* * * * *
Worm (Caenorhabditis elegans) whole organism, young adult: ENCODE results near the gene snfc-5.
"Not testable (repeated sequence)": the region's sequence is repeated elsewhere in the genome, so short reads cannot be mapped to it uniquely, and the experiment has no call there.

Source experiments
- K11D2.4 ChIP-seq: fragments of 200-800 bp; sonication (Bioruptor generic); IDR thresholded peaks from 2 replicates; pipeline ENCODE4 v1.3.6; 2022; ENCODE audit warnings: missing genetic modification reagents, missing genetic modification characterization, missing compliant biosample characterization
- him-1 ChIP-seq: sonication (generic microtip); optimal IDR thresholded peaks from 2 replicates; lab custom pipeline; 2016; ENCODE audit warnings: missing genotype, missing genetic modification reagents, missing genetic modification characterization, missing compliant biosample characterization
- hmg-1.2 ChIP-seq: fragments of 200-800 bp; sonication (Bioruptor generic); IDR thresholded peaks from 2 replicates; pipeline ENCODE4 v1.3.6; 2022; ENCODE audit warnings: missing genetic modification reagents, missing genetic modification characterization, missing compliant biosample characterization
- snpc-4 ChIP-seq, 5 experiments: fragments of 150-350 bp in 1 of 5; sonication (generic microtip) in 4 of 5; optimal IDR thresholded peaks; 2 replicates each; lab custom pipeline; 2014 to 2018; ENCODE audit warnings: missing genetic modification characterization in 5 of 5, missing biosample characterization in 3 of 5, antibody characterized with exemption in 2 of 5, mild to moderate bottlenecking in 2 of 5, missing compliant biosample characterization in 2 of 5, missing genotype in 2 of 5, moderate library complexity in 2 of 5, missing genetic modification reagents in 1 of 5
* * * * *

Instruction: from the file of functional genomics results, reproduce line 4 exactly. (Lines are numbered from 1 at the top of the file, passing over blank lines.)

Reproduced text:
- K11D2.4 ChIP-seq: fragments of 200-800 bp; sonication (Bioruptor generic); IDR thresholded peaks from 2 replicates; pipeline ENCODE4 v1.3.6; 2022; ENCODE audit warnings: missing genetic modification reagents, missing genetic modification characterization, missing compliant biosample characterization